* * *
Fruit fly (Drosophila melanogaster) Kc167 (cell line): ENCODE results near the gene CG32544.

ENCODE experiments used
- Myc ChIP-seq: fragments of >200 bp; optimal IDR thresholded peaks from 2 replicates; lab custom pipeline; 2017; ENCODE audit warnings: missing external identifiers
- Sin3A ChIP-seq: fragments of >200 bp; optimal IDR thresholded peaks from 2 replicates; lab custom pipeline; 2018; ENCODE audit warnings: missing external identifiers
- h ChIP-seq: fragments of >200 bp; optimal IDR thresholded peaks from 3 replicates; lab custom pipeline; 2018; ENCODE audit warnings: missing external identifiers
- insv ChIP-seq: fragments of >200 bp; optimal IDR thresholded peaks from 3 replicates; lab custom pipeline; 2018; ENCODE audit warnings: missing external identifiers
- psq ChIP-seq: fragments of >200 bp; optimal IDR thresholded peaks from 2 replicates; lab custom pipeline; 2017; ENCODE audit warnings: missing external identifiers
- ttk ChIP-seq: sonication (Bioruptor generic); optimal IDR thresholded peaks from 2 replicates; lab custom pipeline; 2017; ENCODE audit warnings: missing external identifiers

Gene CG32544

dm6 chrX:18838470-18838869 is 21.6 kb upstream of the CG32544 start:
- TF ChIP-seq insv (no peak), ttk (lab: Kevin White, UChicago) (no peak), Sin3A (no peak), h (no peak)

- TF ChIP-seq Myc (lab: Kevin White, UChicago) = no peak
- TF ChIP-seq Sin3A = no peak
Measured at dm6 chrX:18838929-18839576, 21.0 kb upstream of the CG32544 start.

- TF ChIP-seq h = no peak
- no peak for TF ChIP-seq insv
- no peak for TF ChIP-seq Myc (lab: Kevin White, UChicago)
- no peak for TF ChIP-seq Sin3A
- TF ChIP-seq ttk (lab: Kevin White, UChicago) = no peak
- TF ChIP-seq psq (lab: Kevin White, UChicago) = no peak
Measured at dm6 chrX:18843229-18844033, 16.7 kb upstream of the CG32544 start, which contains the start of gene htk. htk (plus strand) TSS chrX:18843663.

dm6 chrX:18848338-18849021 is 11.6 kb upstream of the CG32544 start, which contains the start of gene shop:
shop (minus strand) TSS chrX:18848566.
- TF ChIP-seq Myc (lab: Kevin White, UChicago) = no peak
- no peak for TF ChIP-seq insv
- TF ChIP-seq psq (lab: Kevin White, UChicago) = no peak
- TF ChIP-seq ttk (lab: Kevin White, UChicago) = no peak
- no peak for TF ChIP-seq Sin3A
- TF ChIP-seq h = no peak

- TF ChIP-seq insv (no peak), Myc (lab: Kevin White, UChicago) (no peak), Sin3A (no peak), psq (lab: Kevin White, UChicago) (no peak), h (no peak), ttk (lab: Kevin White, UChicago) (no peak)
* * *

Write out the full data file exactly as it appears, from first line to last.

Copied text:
Fruit fly (Drosophila melanogaster) Kc167 (cell line): ENCODE results near the gene CG32544.

ENCODE experiments used
- Myc ChIP-seq: fragments of >200 bp; optimal IDR thresholded peaks from 2 replicates; lab custom pipeline; 2017; ENCODE audit warnings: missing external identifiers
- Sin3A ChIP-seq: fragments of >200 bp; optimal IDR thresholded peaks from 2 replicates; lab custom pipeline; 2018; ENCODE audit warnings: missing external identifiers
- h ChIP-seq: fragments of >200 bp; optimal IDR thresholded peaks from 3 replicates; lab custom pipeline; 2018; ENCODE audit warnings: missing external identifiers
- insv ChIP-seq: fragments of >200 bp; optimal IDR thresholded peaks from 3 replicates; lab custom pipeline; 2018; ENCODE audit warnings: missing external identifiers
- psq ChIP-seq: fragments of >200 bp; optimal IDR thresholded peaks from 2 replicates; lab custom pipeline; 2017; ENCODE audit warnings: missing external identifiers
- ttk ChIP-seq: sonication (Bioruptor generic); optimal IDR thresholded peaks from 2 replicates; lab custom pipeline; 2017; ENCODE audit warnings: missing external identifiers

Gene CG32544

dm6 chrX:18838470-18838869 is 21.6 kb upstream of the CG32544 start:
- TF ChIP-seq insv (no peak), ttk (lab: Kevin White, UChicago) (no peak), Sin3A (no peak), h (no peak)

- TF ChIP-seq Myc (lab: Kevin White, UChicago) = no peak
- TF ChIP-seq Sin3A = no peak
Measured at dm6 chrX:18838929-18839576, 21.0 kb upstream of the CG32544 start.

- TF ChIP-seq h = no peak
- no peak for TF ChIP-seq insv
- no peak for TF ChIP-seq Myc (lab: Kevin White, UChicago)
- no peak for TF ChIP-seq Sin3A
- TF ChIP-seq ttk (lab: Kevin White, UChicago) = no peak
- TF ChIP-seq psq (lab: Kevin White, UChicago) = no peak
Measured at dm6 chrX:18843229-18844033, 16.7 kb upstream of the CG32544 start, which contains the start of gene htk. htk (plus strand) TSS chrX:18843663.

dm6 chrX:18848338-18849021 is 11.6 kb upstream of the CG32544 start, which contains the start of gene shop:
shop (minus strand) TSS chrX:18848566.
- TF ChIP-seq Myc (lab: Kevin White, UChicago) = no peak
- no peak for TF ChIP-seq insv
- TF ChIP-seq psq (lab: Kevin White, UChicago) = no peak
- TF ChIP-seq ttk (lab: Kevin White, UChicago) = no peak
- no peak for TF ChIP-seq Sin3A
- TF ChIP-seq h = no peak

- TF ChIP-seq insv (no peak), Myc (lab: Kevin White, UChicago) (no peak), Sin3A (no peak), psq (lab: Kevin White, UChicago) (no peak), h (no peak), ttk (lab: Kevin White, UChicago) (no peak)